B.C. has announced new stricter legislation around approving future oil and gas projects, which the premier says will help meet provincial climate targets.
In a two-pronged announcement Tuesday (March 14), Premier David Eby was joined by other ministers and members of Haisla First Nation to reveal the long-awaited approval of Cedar LNG.
A liquefied natural gas facility led by the Haisla Nation, Cedar LNG marks the largest First Nations majority-owned infrastructure project in Canada.
“The Haisla have been stewards of our lands and waters for generations and take our obligation to be stewards of the land and the living things on it with the utmost importance,” Chief Crystal Smith said.
“We also believe that bold measures are needed to fight climate change to protect the environment and our way of life, while helping to lift Indigenous communities out of poverty.”
The latest approval of Cedar LNG served as a building block in the province’s new energy action framework, which was also announced Tuesday.
Under the new framework, all LNG facilities that haven’t yet received environmental assessment approval will be required to pass an emissions test. As well, stakeholders will need to have a credible plan to be net zero by 2030.
Government’s approval comes with 16 legally binding requirements for environmental protection. Some of which include: pic.twitter.com/osEtvAMQNr
— Jane Skrypnek (@janeskrypnek) March 14, 2023
The province will also be setting new regulatory emission caps for the industry and establishing a clean-energy and major projects office that will “fast track investment in clean energy and technology.”
The oil and gas industry is currently responsible for about 50 per cent of B.C.’s industrial emissions and 20 per cent of the province’s total emissions, according to the government.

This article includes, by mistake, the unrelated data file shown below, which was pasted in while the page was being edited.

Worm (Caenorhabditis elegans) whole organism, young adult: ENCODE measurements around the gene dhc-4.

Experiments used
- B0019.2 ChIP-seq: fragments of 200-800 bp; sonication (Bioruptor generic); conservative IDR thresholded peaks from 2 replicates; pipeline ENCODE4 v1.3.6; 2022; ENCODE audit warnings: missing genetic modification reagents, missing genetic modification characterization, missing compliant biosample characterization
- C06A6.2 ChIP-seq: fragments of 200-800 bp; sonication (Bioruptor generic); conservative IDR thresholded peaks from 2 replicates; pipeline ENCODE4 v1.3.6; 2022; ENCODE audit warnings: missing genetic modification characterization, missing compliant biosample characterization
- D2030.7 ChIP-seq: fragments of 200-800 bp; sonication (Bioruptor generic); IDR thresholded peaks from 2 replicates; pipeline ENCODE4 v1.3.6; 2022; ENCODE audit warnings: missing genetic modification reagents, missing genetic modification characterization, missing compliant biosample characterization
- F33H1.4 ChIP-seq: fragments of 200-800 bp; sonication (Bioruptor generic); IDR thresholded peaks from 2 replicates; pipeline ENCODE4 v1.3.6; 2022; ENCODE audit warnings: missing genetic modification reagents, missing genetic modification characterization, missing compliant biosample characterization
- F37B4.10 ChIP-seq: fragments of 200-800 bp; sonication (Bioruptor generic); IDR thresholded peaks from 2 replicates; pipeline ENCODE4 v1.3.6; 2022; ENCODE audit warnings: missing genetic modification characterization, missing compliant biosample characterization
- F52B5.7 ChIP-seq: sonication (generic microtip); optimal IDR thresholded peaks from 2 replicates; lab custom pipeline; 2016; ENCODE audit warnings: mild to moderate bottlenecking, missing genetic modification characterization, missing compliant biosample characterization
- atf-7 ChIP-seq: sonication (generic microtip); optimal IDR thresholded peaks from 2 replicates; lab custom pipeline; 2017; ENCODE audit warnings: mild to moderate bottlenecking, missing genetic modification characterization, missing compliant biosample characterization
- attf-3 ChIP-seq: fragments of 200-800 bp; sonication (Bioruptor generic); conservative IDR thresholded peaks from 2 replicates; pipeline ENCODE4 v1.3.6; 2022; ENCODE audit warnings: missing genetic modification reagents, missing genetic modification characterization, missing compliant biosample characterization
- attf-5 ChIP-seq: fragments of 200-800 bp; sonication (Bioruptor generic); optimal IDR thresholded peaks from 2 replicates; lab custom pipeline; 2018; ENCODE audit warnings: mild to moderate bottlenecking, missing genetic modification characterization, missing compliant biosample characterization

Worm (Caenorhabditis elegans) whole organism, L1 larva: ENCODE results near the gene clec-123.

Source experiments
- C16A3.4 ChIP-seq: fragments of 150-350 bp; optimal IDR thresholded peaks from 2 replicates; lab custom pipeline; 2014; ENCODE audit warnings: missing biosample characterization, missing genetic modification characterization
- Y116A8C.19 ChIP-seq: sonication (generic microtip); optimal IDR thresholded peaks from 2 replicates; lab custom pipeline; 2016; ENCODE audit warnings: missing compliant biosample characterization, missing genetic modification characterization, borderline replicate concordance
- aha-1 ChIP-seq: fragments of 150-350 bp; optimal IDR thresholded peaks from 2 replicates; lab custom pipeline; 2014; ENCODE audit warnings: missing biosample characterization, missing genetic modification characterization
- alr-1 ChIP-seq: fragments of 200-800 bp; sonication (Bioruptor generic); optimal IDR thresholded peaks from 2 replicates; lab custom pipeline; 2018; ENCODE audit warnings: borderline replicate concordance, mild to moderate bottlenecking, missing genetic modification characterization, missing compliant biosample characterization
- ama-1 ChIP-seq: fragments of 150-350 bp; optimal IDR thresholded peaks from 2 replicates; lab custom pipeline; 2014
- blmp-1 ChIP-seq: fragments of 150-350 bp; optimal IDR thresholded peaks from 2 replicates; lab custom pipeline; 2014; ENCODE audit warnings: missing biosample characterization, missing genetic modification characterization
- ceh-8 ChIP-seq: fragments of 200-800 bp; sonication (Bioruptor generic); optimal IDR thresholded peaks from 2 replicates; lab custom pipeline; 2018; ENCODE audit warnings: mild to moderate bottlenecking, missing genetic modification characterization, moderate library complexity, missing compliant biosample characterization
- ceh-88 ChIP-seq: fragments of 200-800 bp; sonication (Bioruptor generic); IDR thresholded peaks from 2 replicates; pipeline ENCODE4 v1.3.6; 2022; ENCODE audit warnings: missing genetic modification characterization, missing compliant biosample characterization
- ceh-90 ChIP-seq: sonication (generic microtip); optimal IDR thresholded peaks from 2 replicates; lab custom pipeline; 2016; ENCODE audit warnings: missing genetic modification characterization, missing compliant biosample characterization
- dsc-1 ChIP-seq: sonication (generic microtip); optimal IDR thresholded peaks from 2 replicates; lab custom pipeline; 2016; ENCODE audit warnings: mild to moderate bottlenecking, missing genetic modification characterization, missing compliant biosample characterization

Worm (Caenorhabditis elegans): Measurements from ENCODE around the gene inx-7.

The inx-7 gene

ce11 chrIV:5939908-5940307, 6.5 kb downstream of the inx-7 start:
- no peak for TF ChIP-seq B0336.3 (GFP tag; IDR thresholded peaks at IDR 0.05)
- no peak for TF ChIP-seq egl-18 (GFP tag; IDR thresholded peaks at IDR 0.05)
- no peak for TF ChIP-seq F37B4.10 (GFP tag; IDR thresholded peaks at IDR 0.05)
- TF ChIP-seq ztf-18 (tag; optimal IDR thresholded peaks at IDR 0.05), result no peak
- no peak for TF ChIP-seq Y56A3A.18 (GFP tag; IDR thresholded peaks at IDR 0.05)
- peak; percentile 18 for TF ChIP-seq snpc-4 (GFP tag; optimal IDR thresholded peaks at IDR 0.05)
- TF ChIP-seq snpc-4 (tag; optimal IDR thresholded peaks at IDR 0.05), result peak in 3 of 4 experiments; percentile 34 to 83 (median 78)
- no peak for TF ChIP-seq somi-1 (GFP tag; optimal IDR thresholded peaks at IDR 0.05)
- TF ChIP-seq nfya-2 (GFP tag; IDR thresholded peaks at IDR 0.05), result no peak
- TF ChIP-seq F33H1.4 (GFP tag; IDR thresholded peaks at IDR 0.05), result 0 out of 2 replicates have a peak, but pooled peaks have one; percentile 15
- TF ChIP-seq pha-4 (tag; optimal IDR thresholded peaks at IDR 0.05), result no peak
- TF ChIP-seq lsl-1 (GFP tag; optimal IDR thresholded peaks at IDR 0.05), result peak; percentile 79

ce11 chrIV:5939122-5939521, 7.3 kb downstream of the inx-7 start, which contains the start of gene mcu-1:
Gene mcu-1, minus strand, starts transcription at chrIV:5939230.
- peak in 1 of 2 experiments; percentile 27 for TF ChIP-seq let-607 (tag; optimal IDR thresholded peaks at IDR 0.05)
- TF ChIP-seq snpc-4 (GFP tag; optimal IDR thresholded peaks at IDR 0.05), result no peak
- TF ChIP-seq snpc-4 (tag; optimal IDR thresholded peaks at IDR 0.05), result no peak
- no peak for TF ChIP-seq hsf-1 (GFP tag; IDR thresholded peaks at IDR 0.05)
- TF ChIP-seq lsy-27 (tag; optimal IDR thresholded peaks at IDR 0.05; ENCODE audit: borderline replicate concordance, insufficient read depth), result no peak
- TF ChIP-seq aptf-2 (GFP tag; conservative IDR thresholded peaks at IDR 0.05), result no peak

Eby said Tuesday they haven’t yet determined how they will ensure companies actually meet requirements, but said the province plans to develop a model of consequences based off stakeholder engagement beginning in April.
Another part of the province’s plan to meet its climate goals is to task BC Hydro with accelerating the electrification of the oil and gas industry. Getting the right infrastructure to pipeline sites has been proving costly and time-consuming so far, with an estimated eight to nine years required from initiation to connection.
In January, Shell admitted it wouldn’t be able to use electricity to power the second phase of its LNG Canada project near Kitimat as it had originally said it would. The oil company told Reuters it plans to start building the expansion with natural gas-powered turbines, until BC Hydro is able to create hundreds of kilometres of new transmission lines to the site.
BC Hydro President and CEO Chris O’Riley said Tuesday that they welcome the creation of a new task force focused on electrification.